Last summer, I happened across a decade-old book, Better Off: Flipping the Switch on Technology by Eric Brende. This volume appears to be Mr. Brende’s sole publishing credit; in fact, he seems to have embraced the philosophy explored and ultimately embraced by his work and effectively constructed a life beyond the parameters of the internet and the computer age. He does not maintain a website, a Twitter feed, or an Instagram account. Brende seems to have “flipped the switch.”
Several weeks ago, I dedicated not one but two posts to Self and Soul and its thoughts on searching for the good or ideal life. Better Off is a similar book, stirring up similar musings. What is the good life? This question has bedeviled saints, philosophers, artists, and writers since the dawn of recorded thought. Both Aristotle and Socrates punched at the question. Every man or women likely ponders the question at different moments throughout their lives.
During a rest stop on a bus trip, Brende shared a conversation with an Amish gentleman traveling to an undisclosed location. Several months later, Brende with his new bride embarked upon an experiment: to live off-the-grid in this man’s offshoot community for twelve months. No refrigeration. Not central heat or air. No telephone. No computer. No electricity. (And eventually) no car. Brende and his wife would live largely from the land, cultivating a kitchen garden and growing sorghum and pumpkins to eke out a meager income.
As the days, weeks, and months passed, the Brendes shed almost all attachments to modern technology and they escaped the cocoon of constant noise and busyness entrapping many of us in today’s world. During this process, Brende became enchanted with everyday life. Every act had a purpose. Every sight, taste, smell, and sound seemed more stirring, more potent. Brende recalled reading on a summer night and listening to the insects hitting the window screens. He called it music.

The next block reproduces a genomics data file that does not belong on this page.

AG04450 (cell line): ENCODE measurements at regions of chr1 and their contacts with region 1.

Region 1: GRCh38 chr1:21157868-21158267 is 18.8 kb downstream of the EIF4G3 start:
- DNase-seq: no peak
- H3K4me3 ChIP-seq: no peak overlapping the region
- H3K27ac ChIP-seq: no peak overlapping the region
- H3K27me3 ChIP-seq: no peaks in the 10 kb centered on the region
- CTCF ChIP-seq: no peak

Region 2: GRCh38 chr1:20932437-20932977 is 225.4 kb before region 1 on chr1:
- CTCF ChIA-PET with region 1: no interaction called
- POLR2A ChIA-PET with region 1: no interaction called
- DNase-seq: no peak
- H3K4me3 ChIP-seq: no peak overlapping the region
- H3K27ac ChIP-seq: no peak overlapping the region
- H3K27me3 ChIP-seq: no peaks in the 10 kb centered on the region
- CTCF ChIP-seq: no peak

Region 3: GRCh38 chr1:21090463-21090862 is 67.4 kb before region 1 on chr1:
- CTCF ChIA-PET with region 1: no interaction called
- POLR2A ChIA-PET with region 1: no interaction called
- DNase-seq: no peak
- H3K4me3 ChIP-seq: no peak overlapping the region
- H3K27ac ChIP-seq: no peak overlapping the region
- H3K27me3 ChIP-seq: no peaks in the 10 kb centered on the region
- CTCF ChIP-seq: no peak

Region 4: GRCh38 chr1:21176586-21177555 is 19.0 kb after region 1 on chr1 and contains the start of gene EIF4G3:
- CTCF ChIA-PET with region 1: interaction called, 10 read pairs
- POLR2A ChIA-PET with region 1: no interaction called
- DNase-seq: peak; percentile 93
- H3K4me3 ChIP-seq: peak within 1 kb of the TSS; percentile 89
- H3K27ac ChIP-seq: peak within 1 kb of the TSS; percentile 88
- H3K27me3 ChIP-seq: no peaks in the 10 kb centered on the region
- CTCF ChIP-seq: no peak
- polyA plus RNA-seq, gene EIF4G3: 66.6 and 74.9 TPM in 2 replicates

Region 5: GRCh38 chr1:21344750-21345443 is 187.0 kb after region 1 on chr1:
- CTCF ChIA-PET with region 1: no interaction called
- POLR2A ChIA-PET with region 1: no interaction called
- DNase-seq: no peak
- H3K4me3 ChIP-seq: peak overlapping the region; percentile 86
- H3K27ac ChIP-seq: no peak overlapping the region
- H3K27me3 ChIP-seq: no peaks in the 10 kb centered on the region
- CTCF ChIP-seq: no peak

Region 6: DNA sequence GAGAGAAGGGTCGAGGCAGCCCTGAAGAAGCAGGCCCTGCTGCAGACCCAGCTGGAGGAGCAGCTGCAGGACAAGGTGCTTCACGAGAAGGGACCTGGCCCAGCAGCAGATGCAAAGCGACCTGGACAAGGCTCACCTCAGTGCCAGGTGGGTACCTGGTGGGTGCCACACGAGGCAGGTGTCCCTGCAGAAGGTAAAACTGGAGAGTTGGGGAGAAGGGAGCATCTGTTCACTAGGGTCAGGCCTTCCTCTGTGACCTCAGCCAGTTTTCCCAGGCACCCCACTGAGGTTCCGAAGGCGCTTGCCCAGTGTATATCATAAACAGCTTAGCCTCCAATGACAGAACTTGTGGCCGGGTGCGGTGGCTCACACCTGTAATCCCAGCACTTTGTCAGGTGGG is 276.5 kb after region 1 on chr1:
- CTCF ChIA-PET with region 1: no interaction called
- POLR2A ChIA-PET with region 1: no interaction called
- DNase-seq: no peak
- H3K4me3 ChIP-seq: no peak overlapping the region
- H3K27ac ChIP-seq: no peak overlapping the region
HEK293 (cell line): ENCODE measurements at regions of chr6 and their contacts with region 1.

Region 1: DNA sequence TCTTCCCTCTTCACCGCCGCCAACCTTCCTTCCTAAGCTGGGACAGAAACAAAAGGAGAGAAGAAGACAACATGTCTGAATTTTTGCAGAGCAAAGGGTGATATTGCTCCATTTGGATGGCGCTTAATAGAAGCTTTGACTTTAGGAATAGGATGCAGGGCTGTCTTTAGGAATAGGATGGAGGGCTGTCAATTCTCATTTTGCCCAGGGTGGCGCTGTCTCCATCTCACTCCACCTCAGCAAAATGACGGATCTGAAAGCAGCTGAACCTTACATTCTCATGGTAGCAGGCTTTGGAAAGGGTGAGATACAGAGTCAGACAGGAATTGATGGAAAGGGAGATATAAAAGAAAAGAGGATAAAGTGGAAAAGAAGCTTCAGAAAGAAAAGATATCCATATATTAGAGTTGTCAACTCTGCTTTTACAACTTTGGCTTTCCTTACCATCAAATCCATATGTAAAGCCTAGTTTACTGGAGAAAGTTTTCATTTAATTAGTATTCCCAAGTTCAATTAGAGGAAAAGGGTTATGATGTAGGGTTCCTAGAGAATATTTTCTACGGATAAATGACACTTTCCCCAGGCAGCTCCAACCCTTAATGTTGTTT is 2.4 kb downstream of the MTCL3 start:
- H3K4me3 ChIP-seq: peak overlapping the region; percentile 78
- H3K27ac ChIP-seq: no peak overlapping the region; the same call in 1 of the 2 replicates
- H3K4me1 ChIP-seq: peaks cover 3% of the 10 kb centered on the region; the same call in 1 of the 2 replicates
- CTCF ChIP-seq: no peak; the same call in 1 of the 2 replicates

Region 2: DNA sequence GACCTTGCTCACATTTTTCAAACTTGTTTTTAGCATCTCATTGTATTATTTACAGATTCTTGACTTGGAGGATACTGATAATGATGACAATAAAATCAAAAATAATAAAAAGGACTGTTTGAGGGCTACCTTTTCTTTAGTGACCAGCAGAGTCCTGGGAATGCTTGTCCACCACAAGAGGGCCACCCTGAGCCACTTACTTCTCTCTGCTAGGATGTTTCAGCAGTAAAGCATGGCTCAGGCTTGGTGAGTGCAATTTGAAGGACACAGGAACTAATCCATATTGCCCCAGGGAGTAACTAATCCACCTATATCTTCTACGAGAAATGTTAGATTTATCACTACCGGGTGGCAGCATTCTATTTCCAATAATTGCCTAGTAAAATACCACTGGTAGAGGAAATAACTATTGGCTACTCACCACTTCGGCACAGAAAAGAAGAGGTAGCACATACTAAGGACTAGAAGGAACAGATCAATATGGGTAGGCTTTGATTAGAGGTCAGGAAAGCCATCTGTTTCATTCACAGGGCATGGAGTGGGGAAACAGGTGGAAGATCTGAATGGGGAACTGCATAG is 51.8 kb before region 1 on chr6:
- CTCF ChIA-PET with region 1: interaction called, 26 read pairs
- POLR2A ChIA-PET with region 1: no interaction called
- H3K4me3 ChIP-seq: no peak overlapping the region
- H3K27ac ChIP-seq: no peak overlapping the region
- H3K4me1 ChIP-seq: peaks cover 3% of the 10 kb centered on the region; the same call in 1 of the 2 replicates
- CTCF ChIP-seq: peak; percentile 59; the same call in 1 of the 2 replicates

When their yearlong odyssey concluded, Mr. and Mrs. Brende left the farmstead and returned to a more urban environment. Although Brende and his growing family no longer tilled the soil and lived solely by the sweat of their brows, they were determined to draw away from an existence enslaved by “getting and spending.” They opted for a slower, simpler life.
Brende doesn’t argue that everyone should embrace his radical sever from technology and the modern world. However, he does believe that every reader should strongly consider the lessons of Better Off and apply what will enable them to build a more meaningful and enriching individual life. Brende even penned an appendix of practical tips for streamlining one’s day-t0-day choices and activities.
For any reader disillusioned by technological wares and our increased “wired” society, Eric Brende offers hope that another world is possible (The irony doesn’t escape me that this review is circulated solely on the internet). Now that spring is upon us, do yourself a favor: pick up this provocative book, find a quiet spot outdoors, and enjoy.